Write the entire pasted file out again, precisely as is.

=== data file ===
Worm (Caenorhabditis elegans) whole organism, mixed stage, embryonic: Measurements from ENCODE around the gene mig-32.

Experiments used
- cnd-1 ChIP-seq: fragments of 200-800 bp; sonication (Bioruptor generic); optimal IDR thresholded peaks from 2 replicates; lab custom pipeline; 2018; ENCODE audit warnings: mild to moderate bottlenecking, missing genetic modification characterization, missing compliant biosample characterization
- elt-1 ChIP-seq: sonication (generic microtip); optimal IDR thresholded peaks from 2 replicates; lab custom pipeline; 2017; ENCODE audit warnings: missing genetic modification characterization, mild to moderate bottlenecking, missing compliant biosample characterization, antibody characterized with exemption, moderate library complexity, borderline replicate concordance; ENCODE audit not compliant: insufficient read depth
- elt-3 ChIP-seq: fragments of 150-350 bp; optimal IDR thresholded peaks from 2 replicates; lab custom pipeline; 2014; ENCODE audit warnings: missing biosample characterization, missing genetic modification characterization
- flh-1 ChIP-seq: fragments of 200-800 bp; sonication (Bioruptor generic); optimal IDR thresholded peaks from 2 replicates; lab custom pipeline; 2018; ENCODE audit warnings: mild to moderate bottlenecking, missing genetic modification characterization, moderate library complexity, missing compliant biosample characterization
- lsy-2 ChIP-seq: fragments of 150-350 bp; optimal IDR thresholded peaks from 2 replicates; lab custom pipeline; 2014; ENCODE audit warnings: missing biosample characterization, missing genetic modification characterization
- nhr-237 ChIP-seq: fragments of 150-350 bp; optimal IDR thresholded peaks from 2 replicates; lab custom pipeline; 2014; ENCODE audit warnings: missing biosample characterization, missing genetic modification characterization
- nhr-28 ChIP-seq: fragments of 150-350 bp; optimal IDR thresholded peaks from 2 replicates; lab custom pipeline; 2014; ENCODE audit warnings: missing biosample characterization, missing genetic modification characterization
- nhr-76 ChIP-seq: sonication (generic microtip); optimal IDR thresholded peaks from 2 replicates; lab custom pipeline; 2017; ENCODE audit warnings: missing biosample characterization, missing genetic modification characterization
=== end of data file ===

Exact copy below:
Worm (Caenorhabditis elegans) whole organism, mixed stage, embryonic: Measurements from ENCODE around the gene mig-32.

Experiments used
- cnd-1 ChIP-seq: fragments of 200-800 bp; sonication (Bioruptor generic); optimal IDR thresholded peaks from 2 replicates; lab custom pipeline; 2018; ENCODE audit warnings: mild to moderate bottlenecking, missing genetic modification characterization, missing compliant biosample characterization
- elt-1 ChIP-seq: sonication (generic microtip); optimal IDR thresholded peaks from 2 replicates; lab custom pipeline; 2017; ENCODE audit warnings: missing genetic modification characterization, mild to moderate bottlenecking, missing compliant biosample characterization, antibody characterized with exemption, moderate library complexity, borderline replicate concordance; ENCODE audit not compliant: insufficient read depth
- elt-3 ChIP-seq: fragments of 150-350 bp; optimal IDR thresholded peaks from 2 replicates; lab custom pipeline; 2014; ENCODE audit warnings: missing biosample characterization, missing genetic modification characterization
- flh-1 ChIP-seq: fragments of 200-800 bp; sonication (Bioruptor generic); optimal IDR thresholded peaks from 2 replicates; lab custom pipeline; 2018; ENCODE audit warnings: mild to moderate bottlenecking, missing genetic modification characterization, moderate library complexity, missing compliant biosample characterization
- lsy-2 ChIP-seq: fragments of 150-350 bp; optimal IDR thresholded peaks from 2 replicates; lab custom pipeline; 2014; ENCODE audit warnings: missing biosample characterization, missing genetic modification characterization
- nhr-237 ChIP-seq: fragments of 150-350 bp; optimal IDR thresholded peaks from 2 replicates; lab custom pipeline; 2014; ENCODE audit warnings: missing biosample characterization, missing genetic modification characterization
- nhr-28 ChIP-seq: fragments of 150-350 bp; optimal IDR thresholded peaks from 2 replicates; lab custom pipeline; 2014; ENCODE audit warnings: missing biosample characterization, missing genetic modification characterization
- nhr-76 ChIP-seq: sonication (generic microtip); optimal IDR thresholded peaks from 2 replicates; lab custom pipeline; 2017; ENCODE audit warnings: missing biosample characterization, missing genetic modification characterization